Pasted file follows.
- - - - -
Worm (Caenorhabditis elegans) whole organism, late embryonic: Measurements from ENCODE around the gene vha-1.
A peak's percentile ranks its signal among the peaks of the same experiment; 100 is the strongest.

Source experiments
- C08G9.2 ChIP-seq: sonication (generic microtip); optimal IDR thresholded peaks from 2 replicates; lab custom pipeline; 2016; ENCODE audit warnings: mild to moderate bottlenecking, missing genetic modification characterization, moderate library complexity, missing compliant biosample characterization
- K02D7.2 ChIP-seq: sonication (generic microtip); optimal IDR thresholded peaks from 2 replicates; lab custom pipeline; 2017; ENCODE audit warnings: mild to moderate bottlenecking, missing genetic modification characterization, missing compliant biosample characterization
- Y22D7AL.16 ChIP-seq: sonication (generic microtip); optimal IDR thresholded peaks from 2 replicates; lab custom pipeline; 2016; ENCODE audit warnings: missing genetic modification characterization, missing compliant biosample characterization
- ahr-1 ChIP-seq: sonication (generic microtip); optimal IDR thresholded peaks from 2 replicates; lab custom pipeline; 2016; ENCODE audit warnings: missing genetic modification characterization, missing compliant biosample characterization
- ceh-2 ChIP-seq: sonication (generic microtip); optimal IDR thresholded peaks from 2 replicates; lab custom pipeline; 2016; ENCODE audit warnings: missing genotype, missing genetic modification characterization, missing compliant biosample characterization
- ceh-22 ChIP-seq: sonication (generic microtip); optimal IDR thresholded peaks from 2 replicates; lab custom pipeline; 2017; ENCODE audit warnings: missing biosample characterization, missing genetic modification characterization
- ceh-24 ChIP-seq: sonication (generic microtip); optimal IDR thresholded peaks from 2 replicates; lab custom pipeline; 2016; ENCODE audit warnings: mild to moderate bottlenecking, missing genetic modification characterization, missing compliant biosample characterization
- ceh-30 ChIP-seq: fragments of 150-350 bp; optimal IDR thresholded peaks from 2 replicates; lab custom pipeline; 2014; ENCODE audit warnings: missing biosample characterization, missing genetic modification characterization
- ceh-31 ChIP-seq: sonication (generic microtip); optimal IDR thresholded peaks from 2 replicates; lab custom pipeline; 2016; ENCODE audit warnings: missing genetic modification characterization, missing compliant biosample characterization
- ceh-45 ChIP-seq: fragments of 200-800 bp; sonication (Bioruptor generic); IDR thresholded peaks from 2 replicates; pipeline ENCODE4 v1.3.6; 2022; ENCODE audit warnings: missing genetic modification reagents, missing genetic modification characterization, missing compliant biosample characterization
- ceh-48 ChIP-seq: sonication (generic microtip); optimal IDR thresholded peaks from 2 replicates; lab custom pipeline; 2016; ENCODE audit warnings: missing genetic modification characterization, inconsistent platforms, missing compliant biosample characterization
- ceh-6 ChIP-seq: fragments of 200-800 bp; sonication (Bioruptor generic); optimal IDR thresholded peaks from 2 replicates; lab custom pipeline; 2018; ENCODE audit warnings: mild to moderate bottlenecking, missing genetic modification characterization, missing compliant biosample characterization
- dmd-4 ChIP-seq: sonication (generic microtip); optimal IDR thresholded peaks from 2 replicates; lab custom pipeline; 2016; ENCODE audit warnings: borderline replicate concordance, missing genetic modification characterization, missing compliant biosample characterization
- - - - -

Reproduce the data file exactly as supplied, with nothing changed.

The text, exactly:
Worm (Caenorhabditis elegans) whole organism, late embryonic: Measurements from ENCODE around the gene vha-1.
A peak's percentile ranks its signal among the peaks of the same experiment; 100 is the strongest.

Source experiments
- C08G9.2 ChIP-seq: sonication (generic microtip); optimal IDR thresholded peaks from 2 replicates; lab custom pipeline; 2016; ENCODE audit warnings: mild to moderate bottlenecking, missing genetic modification characterization, moderate library complexity, missing compliant biosample characterization
- K02D7.2 ChIP-seq: sonication (generic microtip); optimal IDR thresholded peaks from 2 replicates; lab custom pipeline; 2017; ENCODE audit warnings: mild to moderate bottlenecking, missing genetic modification characterization, missing compliant biosample characterization
- Y22D7AL.16 ChIP-seq: sonication (generic microtip); optimal IDR thresholded peaks from 2 replicates; lab custom pipeline; 2016; ENCODE audit warnings: missing genetic modification characterization, missing compliant biosample characterization
- ahr-1 ChIP-seq: sonication (generic microtip); optimal IDR thresholded peaks from 2 replicates; lab custom pipeline; 2016; ENCODE audit warnings: missing genetic modification characterization, missing compliant biosample characterization
- ceh-2 ChIP-seq: sonication (generic microtip); optimal IDR thresholded peaks from 2 replicates; lab custom pipeline; 2016; ENCODE audit warnings: missing genotype, missing genetic modification characterization, missing compliant biosample characterization
- ceh-22 ChIP-seq: sonication (generic microtip); optimal IDR thresholded peaks from 2 replicates; lab custom pipeline; 2017; ENCODE audit warnings: missing biosample characterization, missing genetic modification characterization
- ceh-24 ChIP-seq: sonication (generic microtip); optimal IDR thresholded peaks from 2 replicates; lab custom pipeline; 2016; ENCODE audit warnings: mild to moderate bottlenecking, missing genetic modification characterization, missing compliant biosample characterization
- ceh-30 ChIP-seq: fragments of 150-350 bp; optimal IDR thresholded peaks from 2 replicates; lab custom pipeline; 2014; ENCODE audit warnings: missing biosample characterization, missing genetic modification characterization
- ceh-31 ChIP-seq: sonication (generic microtip); optimal IDR thresholded peaks from 2 replicates; lab custom pipeline; 2016; ENCODE audit warnings: missing genetic modification characterization, missing compliant biosample characterization
- ceh-45 ChIP-seq: fragments of 200-800 bp; sonication (Bioruptor generic); IDR thresholded peaks from 2 replicates; pipeline ENCODE4 v1.3.6; 2022; ENCODE audit warnings: missing genetic modification reagents, missing genetic modification characterization, missing compliant biosample characterization
- ceh-48 ChIP-seq: sonication (generic microtip); optimal IDR thresholded peaks from 2 replicates; lab custom pipeline; 2016; ENCODE audit warnings: missing genetic modification characterization, inconsistent platforms, missing compliant biosample characterization
- ceh-6 ChIP-seq: fragments of 200-800 bp; sonication (Bioruptor generic); optimal IDR thresholded peaks from 2 replicates; lab custom pipeline; 2018; ENCODE audit warnings: mild to moderate bottlenecking, missing genetic modification characterization, missing compliant biosample characterization
- dmd-4 ChIP-seq: sonication (generic microtip); optimal IDR thresholded peaks from 2 replicates; lab custom pipeline; 2016; ENCODE audit warnings: borderline replicate concordance, missing genetic modification characterization, missing compliant biosample characterization